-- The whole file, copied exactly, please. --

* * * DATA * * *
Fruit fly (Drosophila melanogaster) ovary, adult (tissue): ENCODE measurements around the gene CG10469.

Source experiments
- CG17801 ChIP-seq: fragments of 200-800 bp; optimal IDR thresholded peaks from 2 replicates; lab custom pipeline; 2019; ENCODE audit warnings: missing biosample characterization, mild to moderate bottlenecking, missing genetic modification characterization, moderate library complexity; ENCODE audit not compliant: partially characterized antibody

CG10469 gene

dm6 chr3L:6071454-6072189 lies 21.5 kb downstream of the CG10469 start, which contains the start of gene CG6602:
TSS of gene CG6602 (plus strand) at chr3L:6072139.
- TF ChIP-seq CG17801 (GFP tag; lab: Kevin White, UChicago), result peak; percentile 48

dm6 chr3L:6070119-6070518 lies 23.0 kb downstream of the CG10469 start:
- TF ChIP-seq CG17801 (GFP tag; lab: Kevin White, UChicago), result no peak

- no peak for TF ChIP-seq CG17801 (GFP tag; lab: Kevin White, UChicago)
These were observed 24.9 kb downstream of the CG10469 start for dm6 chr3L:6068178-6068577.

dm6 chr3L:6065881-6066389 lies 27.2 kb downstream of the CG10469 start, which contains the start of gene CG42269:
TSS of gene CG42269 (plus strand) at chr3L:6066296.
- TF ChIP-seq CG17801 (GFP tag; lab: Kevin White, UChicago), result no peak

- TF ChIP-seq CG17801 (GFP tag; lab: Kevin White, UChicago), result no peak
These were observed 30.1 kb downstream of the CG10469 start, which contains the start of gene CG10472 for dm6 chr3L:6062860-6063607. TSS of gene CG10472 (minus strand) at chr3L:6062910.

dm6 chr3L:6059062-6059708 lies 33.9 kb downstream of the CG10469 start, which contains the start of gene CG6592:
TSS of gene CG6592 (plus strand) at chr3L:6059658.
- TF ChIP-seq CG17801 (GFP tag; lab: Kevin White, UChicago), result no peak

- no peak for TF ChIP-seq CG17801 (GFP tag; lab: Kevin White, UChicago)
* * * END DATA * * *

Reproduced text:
Fruit fly (Drosophila melanogaster) ovary, adult (tissue): ENCODE measurements around the gene CG10469.

Source experiments
- CG17801 ChIP-seq: fragments of 200-800 bp; optimal IDR thresholded peaks from 2 replicates; lab custom pipeline; 2019; ENCODE audit warnings: missing biosample characterization, mild to moderate bottlenecking, missing genetic modification characterization, moderate library complexity; ENCODE audit not compliant: partially characterized antibody

CG10469 gene

dm6 chr3L:6071454-6072189 lies 21.5 kb downstream of the CG10469 start, which contains the start of gene CG6602:
TSS of gene CG6602 (plus strand) at chr3L:6072139.
- TF ChIP-seq CG17801 (GFP tag; lab: Kevin White, UChicago), result peak; percentile 48

dm6 chr3L:6070119-6070518 lies 23.0 kb downstream of the CG10469 start:
- TF ChIP-seq CG17801 (GFP tag; lab: Kevin White, UChicago), result no peak

- no peak for TF ChIP-seq CG17801 (GFP tag; lab: Kevin White, UChicago)
These were observed 24.9 kb downstream of the CG10469 start for dm6 chr3L:6068178-6068577.

dm6 chr3L:6065881-6066389 lies 27.2 kb downstream of the CG10469 start, which contains the start of gene CG42269:
TSS of gene CG42269 (plus strand) at chr3L:6066296.
- TF ChIP-seq CG17801 (GFP tag; lab: Kevin White, UChicago), result no peak

- TF ChIP-seq CG17801 (GFP tag; lab: Kevin White, UChicago), result no peak
These were observed 30.1 kb downstream of the CG10469 start, which contains the start of gene CG10472 for dm6 chr3L:6062860-6063607. TSS of gene CG10472 (minus strand) at chr3L:6062910.

dm6 chr3L:6059062-6059708 lies 33.9 kb downstream of the CG10469 start, which contains the start of gene CG6592:
TSS of gene CG6592 (plus strand) at chr3L:6059658.
- TF ChIP-seq CG17801 (GFP tag; lab: Kevin White, UChicago), result no peak

- no peak for TF ChIP-seq CG17801 (GFP tag; lab: Kevin White, UChicago)